Given the recent Carillion saga, CN’s recent in-depth feature – Late payment: The state of the construction industry – has added resonance.
Carillion’s troubles have once again highlighted the precarious nature of the balance sheets among the top contractors. They demand bonds and the like from their supply chain, but do not offer security for payment.
“Just think about the impact this would have on the whole of the industry”
This was made clear in a study carried out by UCL for the government more than four years ago, entitled Trade Credit in the UK construction industry. It found that “tier one firms were found to be net receivers of trade credit, whereas tier two firms [providing the bulk of the value] were found to be large net providers of trade credit”.
CN’s latest survey, on behalf of Oracle TPM, provided further essential insight. The most telling statistic was that only 29 per cent of supply chain firms received more than 75 per cent of their payments within agreed timescales (some of which were up to 120 days).
However, the reason why so many subcontractors look to legislation to resolve payment abuse is because the majority of the industry has so far ignored other ‘solutions’. The Construction Supply Chain Payment Charter aims to achieve 30-day payment for all parties by January 2018. But let’s not hold our breath.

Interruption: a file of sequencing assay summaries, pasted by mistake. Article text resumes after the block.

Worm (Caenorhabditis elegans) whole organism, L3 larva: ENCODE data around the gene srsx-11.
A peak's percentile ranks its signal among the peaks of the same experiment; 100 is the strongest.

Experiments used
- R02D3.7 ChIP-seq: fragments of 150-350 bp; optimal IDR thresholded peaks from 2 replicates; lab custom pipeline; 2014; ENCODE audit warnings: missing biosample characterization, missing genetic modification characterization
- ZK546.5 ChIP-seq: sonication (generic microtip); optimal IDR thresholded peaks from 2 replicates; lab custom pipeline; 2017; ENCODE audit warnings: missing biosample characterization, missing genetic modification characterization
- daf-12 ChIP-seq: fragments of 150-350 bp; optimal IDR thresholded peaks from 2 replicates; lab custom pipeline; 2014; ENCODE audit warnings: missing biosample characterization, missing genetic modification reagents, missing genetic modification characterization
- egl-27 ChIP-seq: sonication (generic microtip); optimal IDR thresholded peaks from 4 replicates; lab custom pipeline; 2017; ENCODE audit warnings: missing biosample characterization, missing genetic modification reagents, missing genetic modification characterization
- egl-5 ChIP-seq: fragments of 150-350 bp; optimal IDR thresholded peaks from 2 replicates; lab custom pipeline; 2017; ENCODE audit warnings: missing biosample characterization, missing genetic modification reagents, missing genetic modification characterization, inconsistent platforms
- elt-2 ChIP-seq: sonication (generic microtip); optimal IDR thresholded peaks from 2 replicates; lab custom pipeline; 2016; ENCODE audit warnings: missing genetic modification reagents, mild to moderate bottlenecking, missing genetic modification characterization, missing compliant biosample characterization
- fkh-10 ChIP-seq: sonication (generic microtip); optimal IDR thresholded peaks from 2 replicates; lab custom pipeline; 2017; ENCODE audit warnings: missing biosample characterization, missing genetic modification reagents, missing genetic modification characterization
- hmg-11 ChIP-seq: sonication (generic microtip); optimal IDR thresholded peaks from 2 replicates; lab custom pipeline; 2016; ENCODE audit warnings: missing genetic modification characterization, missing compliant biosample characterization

There is another opportunity with the forthcoming review of the Construction Act to include the following provisions:
- Mandate the use of project bank accounts for all contracts in the public sector. The government has said they are the most effective mechanism for fair payment, reducing payment times to 12-15 days, and they are already mandated in Northern Ireland and Scotland.
- Place cash retentions in a ringfenced scheme (as in many other countries).
- Mandate 30-day payments (as in Ontario, Sweden and Western Australia).
In doing the above, we won’t be alone. The Australian government, for example, is among those considering rolling out such measures.
Legislation is necessary to drive change in longstanding and embedded business models that remain wholly dependent upon supply chain funding.
Here is the prize. A small steelwork contractor has told me he will be able to double in size over a two-year period if he was to be paid regularly within 30 days. Just think about the impact this would have on the whole of the industry.
Professor Rudi Klein is a barrister and CEO of Specialist Engineering Contractors’ (SEC) Group